JP Morgan and RICO! JP Morgan’s Trading Desk “Criminal Enterprise”

JP Morgan and RICO! JP Morgan’s Trading Desk “Criminal Enterprise” from ZeroHedge

Who would have thought that JPMorgan’s precious metals trading desk is the functional equivalent of the mafia, and that its one-time leader, Blythe Masters, was the mafia’s don?

Well, almost everyone who didn’t mind being designated a conspiracy theorist for years. And now comes vindication, because this has just been confirmed by the DOJ, which accused the PM trading desks at JPMorgan of being deeply involved in what prosecutors described as a “massive, multiyear scheme to manipulate the market for precious metals futures contracts and defraud market participants.”

In an indictment unsealed on Monday morning, the DoJ charged Michael Nowak, a JPMorgan veteran and former head of its precious metals trading desk and Gregg Smith, another trader on JPM’s metals desk, in the probe. (Blythe Masters was somehow omitted).

“Based on the fact that it was conduct that was widespread on the desk, it was engaged in in thousands of episodes over an eight-year period — that it is precisely the kind of conduct that the RICO statute is meant to punish,” Assistant Attorney General Brian Benczkowski told reporters.

Here’s where it gets extra interesting: according to Bloomberg, the unusually aggressive language language embraced by prosecutors reminds legal experts of indictments utilizing the RICO Act – a law allowing prosecutors to take down ‘criminal enterprises’ like the mafia by charging all members of the organization for any crimes committed by an individual on behalf of the organization.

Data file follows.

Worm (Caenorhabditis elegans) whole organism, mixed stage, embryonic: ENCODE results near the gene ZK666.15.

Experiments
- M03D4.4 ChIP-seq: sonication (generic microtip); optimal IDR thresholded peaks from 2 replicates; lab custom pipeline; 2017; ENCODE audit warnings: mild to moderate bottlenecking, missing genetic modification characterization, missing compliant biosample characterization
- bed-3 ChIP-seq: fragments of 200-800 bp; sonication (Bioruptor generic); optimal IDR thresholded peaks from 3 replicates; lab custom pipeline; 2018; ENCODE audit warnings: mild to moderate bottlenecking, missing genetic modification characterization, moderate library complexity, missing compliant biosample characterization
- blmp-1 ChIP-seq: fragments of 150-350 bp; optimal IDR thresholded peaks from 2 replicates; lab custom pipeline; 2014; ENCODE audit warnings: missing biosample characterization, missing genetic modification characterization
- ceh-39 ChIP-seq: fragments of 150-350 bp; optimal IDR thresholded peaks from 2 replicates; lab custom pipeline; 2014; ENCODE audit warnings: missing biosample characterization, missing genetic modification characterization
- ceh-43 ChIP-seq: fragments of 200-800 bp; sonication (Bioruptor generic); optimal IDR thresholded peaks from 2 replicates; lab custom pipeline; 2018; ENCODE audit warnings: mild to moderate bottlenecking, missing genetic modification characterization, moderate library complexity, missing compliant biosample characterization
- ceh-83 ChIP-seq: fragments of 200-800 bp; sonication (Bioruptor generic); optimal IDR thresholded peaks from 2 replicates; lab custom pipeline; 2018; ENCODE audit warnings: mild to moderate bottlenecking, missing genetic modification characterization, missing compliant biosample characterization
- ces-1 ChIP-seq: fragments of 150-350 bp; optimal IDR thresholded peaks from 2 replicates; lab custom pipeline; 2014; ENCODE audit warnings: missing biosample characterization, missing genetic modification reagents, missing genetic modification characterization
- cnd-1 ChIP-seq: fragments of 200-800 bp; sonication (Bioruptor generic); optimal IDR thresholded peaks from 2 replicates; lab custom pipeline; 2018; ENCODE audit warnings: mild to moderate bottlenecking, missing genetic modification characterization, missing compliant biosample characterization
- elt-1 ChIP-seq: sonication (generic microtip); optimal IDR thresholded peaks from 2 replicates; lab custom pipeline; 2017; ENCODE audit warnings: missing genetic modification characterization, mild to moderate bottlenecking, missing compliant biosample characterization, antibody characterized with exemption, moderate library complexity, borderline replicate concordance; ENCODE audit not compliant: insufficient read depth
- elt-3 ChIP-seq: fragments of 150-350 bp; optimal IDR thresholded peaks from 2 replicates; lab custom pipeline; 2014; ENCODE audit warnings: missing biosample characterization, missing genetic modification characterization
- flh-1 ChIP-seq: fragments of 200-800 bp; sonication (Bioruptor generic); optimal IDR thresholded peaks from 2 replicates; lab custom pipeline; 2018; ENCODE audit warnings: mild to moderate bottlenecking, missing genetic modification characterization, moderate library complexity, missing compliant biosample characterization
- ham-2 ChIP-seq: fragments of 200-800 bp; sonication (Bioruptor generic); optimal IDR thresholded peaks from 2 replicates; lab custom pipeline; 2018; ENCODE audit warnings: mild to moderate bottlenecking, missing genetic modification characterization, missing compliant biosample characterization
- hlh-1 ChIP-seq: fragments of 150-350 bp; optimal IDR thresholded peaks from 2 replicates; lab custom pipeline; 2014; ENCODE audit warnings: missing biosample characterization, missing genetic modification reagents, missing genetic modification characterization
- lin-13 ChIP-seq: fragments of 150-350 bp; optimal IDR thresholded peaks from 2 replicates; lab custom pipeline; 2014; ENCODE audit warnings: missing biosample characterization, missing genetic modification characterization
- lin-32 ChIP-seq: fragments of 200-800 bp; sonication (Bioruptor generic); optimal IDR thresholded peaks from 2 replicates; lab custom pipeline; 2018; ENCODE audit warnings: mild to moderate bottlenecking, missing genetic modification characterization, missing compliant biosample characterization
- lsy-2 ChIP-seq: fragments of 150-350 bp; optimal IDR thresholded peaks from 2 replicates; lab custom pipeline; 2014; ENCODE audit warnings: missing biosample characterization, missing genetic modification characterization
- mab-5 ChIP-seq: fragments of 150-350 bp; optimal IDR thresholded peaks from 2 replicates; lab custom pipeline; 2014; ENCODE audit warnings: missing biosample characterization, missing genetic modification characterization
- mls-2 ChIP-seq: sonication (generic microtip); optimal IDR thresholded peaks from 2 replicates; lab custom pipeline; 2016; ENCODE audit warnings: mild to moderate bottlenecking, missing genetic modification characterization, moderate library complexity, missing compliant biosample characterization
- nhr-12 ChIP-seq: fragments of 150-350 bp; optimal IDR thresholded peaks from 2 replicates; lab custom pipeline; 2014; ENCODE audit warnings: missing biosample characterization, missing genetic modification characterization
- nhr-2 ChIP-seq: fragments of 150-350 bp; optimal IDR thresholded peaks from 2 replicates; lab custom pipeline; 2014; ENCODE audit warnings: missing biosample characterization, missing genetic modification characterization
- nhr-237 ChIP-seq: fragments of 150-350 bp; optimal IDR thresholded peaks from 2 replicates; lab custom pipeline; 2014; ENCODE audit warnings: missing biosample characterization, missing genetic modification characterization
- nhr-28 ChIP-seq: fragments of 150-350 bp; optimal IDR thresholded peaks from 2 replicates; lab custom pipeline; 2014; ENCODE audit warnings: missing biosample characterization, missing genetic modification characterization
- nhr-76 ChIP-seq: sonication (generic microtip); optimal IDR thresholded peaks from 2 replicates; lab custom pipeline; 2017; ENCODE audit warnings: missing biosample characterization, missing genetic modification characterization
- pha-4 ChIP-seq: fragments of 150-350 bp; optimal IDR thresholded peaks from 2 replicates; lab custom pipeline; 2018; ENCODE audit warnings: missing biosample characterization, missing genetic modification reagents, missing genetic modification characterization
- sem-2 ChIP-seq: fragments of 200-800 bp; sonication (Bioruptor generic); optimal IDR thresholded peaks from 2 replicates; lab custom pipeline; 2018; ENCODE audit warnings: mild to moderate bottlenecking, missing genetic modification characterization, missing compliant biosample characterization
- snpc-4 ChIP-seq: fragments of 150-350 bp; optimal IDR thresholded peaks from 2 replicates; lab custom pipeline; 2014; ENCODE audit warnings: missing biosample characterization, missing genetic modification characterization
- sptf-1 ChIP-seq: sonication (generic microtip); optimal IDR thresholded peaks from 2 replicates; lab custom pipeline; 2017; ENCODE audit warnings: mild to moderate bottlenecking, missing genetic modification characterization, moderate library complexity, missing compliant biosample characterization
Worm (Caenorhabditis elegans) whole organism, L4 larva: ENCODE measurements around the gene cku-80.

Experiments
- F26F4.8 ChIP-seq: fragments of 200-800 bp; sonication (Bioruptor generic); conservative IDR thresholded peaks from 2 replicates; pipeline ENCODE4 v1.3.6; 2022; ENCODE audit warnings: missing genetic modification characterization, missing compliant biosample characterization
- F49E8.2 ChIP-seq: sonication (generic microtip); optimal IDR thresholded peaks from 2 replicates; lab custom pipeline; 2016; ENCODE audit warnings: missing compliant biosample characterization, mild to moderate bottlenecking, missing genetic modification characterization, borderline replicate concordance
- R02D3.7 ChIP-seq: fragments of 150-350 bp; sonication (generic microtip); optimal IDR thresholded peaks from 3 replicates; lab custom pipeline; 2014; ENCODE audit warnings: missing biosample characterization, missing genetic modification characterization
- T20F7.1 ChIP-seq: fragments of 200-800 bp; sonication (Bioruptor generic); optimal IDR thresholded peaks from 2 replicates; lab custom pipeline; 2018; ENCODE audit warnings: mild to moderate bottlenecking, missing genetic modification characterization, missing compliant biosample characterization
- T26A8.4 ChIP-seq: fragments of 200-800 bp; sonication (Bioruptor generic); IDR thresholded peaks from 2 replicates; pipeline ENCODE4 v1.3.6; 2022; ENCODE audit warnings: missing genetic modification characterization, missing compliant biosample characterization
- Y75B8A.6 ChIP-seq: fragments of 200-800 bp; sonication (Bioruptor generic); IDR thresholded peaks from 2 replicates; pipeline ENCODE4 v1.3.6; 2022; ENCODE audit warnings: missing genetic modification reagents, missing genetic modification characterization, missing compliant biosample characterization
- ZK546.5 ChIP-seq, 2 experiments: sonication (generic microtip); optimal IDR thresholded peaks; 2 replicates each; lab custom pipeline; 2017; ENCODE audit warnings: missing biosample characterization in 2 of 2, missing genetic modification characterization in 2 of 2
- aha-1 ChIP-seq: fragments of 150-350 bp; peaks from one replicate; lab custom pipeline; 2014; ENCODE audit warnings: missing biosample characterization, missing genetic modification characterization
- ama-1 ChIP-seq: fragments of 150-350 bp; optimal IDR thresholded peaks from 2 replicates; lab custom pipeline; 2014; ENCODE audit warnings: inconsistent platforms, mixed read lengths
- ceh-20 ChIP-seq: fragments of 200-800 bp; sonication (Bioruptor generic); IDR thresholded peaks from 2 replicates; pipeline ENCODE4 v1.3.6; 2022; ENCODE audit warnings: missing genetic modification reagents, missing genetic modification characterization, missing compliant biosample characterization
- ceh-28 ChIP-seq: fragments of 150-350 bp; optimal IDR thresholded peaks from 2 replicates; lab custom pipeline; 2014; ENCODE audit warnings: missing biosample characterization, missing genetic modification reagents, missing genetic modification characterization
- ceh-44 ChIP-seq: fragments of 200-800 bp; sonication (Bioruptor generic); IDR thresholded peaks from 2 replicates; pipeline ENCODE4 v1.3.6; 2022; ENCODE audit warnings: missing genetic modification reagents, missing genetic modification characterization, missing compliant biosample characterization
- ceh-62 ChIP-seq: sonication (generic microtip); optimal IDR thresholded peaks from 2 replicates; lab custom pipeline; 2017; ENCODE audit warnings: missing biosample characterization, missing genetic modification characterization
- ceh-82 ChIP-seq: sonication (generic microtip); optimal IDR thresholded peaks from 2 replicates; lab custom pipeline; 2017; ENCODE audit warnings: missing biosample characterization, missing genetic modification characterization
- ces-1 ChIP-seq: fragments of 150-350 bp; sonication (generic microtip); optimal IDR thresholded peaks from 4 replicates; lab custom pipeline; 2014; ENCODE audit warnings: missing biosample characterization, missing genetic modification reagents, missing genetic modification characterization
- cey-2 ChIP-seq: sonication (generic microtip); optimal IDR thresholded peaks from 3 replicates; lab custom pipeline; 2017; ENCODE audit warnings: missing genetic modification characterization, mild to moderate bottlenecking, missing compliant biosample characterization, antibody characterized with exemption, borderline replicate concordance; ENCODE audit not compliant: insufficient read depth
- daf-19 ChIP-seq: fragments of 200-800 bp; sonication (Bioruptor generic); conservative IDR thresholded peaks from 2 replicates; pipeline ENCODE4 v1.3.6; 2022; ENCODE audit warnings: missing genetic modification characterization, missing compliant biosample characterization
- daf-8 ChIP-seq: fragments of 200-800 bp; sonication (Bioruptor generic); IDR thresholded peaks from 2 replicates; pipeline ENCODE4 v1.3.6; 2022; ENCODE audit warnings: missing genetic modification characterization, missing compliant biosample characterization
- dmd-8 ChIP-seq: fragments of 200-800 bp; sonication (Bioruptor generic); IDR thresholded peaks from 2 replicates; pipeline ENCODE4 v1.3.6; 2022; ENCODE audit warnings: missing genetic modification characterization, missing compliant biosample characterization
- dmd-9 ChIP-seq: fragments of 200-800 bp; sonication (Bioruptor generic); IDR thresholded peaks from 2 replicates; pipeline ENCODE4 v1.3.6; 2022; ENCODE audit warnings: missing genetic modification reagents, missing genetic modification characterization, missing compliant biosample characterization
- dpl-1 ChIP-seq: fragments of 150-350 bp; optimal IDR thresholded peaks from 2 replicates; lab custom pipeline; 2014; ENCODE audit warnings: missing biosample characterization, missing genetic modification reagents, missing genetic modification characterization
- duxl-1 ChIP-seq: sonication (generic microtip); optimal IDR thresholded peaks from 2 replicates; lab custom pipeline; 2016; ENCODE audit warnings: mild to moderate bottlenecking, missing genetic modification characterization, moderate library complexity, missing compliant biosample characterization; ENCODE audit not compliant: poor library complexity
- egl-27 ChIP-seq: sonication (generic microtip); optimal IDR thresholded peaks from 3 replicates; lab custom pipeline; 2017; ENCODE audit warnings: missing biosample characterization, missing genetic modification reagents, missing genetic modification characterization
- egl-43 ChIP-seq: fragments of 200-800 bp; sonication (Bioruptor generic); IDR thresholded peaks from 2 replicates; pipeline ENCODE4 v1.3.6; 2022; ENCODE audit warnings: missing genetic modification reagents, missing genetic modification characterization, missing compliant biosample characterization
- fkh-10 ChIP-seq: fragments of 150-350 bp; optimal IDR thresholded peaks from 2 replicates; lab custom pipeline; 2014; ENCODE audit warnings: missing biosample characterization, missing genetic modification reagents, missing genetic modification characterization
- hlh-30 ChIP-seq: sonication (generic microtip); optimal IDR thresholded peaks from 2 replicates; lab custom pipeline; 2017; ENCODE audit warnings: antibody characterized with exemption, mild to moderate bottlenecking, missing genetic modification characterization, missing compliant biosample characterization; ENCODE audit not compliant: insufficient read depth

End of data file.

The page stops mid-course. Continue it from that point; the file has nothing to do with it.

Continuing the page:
Prosecutors charged the head of JP Morgan’s global metals trading operation and two other traders with “conspiracy to conduct the affairs of an enterprise involved in interstate or foreign commerce through a pattern of racketeering activity” – language that is typically used to describe a RICO charge.

This hints at the possibility of a deeper prosecution for JP Morgan. Already, 12 people have been charged in the precious metals market-rigging conspiracy.

“We’re going to follow the facts wherever they lead, whether it’s across desks here or at any other bank or upwards into the financial institution,” Benczkowski said.

It’s unclear what the DoJ is planning, but they’re clearly keeping their options open.

Circling back to the indictment, both Smith and Nowak were put on leave over the summer as the DoJ’s investigation neared its conclusion.

A third trader named in the indictment, Christopher Jordan, traded precious metals at JPM until he left in December 2009. He later traded precious metals at two other banks, Credit Suisse and First New York.

In a press release accompanying the indictment, Assistant Attorney General accused all three men of scheming to manipulate the precious metals market while potentially harming their bank’s clients.

“The defendants and others allegedly engaged in a massive, multiyear scheme to manipulate the market for precious metals futures contracts and defraud market participants,” said Assistant Attorney General Brian A. Benczkowski. “These charges should leave no doubt that the Department is committed to prosecuting those who undermine the investing public’s trust in the integrity of our commodities markets.”

William Sweeney, the Assistant Director in Charge of the FBI’s New York Field Office, added that this manipulation likely impacted “correlated markets and the clients of the bank they represented.”

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